After Guatemala’s Volcano of Fire erupted June 3, sending a fast-moving flow of superheated ash, rock and debris into villages, AP staffers sprang into action. Over the next week, they worked around the clock in difficult and often-perilous conditions to produce all-formats dispatches from the scene and from shelters and funerals. They told the stories of people who had lost dozens of family members in the explosion, authorities’ search for survivors and victims, and relatives’ own return to homes buried up to the rooftops in ash to dig, in many cases with their own hands.
For scoring numerous exclusives that included highly detailed drone video of the disaster and spectacular photos and video, Guatemala-based journalist Sonia Perez, Mexico City-based reporter Mark Stevenson, Bogota camera operator Marko Alvarez, Guatemala photographer Moises Castillo and Peru-based senior photographer Rodrigo Abd have earned the Beat of the Week.
Once a lush green area, the eruption scene became a moonscape of ash, rock and debris. The journalists faced dangers as steam and smoke rose from holes in the terrain, a sign of superheated temperatures remaining below the crust. Continuing activity periodically sent dangerous flows down the volcano’s slopes, prompting multiple suspensions of search efforts and evacuations of the area.
At least 110 people have died in the disaster, and another 200 are listed as missing after nearly two weeks.
Visiting homes buried in ash, AP’s team told the stories of entire families who died or disappeared and of grieving residents left to start over with nothing. The journalists examined why the destroyed village of San Miguel Los Lotes was ever built in the first place, in the path of a gully that channeled the volcano's deadly flows in its direction.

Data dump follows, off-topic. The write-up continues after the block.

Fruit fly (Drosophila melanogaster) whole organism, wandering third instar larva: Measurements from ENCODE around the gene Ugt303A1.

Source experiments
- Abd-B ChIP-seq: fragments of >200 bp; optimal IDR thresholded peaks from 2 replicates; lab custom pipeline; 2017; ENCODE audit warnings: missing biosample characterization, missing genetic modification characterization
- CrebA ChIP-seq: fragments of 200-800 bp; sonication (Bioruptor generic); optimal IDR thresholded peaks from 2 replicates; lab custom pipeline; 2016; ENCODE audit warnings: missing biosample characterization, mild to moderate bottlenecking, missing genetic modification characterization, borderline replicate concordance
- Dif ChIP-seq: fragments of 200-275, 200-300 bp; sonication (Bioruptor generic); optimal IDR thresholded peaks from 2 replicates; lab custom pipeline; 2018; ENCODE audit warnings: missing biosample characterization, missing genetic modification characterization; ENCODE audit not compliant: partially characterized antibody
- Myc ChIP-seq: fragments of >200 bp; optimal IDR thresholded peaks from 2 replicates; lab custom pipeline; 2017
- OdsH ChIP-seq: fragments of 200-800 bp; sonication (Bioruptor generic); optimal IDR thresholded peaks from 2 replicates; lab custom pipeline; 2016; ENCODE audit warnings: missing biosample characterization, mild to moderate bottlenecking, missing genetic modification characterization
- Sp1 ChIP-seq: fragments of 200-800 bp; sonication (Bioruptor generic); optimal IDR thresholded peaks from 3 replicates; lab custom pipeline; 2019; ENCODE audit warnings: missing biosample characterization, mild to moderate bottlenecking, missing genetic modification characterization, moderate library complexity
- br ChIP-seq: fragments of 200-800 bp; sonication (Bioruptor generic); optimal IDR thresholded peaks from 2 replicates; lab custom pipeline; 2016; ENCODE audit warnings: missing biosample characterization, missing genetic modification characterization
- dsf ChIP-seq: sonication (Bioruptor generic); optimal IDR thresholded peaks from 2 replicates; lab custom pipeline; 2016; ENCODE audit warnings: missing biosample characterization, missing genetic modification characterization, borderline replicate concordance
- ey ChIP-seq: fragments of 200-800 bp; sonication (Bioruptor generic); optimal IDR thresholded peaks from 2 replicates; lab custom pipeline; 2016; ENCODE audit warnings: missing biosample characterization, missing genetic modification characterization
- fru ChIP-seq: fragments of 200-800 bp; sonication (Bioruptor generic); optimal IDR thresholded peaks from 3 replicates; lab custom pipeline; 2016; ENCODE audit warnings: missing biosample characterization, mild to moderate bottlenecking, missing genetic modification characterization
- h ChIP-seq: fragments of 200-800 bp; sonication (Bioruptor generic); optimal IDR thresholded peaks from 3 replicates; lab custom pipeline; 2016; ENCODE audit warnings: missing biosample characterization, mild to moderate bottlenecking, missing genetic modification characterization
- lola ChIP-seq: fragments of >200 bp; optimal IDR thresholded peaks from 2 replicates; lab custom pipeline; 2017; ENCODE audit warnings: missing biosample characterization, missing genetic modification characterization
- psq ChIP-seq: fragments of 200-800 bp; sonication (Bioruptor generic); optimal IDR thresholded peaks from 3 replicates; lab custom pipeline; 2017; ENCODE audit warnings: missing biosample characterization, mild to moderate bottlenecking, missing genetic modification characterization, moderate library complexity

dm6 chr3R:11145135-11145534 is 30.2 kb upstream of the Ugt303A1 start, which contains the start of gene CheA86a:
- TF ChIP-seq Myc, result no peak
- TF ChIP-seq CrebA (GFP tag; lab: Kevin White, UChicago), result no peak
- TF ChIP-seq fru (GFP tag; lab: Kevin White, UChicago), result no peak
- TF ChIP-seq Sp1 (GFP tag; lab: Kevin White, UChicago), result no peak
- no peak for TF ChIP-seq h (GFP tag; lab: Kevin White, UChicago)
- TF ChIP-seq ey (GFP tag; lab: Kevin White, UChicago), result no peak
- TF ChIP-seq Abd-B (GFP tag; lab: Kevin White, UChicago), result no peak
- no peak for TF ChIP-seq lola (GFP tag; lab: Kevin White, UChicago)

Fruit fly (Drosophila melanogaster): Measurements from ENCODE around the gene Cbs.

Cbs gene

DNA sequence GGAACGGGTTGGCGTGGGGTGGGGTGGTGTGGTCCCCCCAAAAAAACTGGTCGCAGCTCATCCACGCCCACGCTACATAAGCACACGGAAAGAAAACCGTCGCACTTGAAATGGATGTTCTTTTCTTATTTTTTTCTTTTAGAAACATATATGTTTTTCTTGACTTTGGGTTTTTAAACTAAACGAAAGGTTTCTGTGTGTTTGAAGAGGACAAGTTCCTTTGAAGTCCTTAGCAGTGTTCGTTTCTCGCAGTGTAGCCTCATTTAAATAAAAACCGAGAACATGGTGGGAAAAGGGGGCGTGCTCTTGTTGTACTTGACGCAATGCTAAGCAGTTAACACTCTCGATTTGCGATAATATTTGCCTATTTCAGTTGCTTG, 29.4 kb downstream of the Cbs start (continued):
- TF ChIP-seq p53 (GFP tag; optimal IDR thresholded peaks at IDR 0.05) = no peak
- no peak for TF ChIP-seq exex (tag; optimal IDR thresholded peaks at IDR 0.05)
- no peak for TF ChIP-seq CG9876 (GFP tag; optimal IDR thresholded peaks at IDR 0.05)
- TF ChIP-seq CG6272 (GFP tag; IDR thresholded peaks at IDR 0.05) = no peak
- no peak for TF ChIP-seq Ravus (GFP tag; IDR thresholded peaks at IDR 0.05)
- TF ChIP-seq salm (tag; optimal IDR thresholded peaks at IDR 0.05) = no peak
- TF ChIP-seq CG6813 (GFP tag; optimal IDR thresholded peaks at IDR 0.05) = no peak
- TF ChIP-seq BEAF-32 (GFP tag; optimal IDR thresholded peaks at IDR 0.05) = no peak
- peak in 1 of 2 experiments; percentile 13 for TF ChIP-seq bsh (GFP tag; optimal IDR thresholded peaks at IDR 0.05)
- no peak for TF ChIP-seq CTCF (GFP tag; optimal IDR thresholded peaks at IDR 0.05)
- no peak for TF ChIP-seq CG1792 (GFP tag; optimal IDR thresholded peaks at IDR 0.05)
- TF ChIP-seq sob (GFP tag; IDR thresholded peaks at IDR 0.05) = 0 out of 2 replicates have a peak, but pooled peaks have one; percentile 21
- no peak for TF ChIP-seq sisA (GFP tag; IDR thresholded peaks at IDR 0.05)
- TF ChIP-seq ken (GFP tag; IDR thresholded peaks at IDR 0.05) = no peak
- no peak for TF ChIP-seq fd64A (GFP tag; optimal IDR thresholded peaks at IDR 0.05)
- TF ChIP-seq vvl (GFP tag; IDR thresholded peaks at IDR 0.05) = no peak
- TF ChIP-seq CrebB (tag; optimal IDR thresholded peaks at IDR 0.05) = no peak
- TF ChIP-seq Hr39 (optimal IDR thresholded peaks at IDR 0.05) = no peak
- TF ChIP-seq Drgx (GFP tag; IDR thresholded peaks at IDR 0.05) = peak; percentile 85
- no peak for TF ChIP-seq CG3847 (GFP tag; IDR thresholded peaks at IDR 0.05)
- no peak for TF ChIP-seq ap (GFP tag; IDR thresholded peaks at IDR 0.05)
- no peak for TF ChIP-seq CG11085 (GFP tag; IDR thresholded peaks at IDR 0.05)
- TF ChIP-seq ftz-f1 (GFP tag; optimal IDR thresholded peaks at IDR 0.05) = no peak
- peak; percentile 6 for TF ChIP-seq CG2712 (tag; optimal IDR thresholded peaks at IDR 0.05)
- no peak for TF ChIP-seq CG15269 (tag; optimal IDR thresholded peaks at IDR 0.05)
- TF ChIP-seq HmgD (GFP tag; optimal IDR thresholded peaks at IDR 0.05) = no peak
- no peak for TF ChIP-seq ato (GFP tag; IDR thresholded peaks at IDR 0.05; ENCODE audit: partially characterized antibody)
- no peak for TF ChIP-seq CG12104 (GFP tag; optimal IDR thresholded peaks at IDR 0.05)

They also looked at another volcano nearby that had been oozing lava the same week – where residents say they are aware of the danger but are unwilling to go elsewhere because the economic lifeblood of the town involves guiding tourists up to see the molten rock.
The AP held the No. 1 spot for video usage by clients throughout the coverage.
Perez used her contacts to secure exclusive access to a makeshift morgue in a warehouse in the city of Escuintla, where AP journalists were the only ones allowed to witness the work of forensic experts as they catalogued and performed autopsies on the charred bodies.
Every day the AP held the No. 1 spot for video usage by clients, and on most days most of the top 10 slots. The AP moved video on the first day four full hours ahead of Reuters, and was the first to send aerial video. We also established the first live shot and maintained it daily throughout the coverage, including exclusive live images of families digging through the ash. Further, AP staffers secured before-and-after satellite photos of two places overrun by the disaster. Reinforcing the video team was stringer Sergio Alfaro.
Stringer photographer Luis Soto was first on the scene for AP and stayed throughout. He was quickly joined by Castillo and Abd, as well as fellow stringers Oliver de Ros and Santiago Billy. To date, photo downloads stand at 7,100 – well above the numbers for a typical top story over the course of a week. Total client usage of video for the week was an amazing 12,124. Text stories also received wide use, including by major newspapers such as the Washington Post.
For their impressive efforts, Perez, Stevenson, Alvarez, Castillo, Abd and Soto share this week’s Beat of the Week award.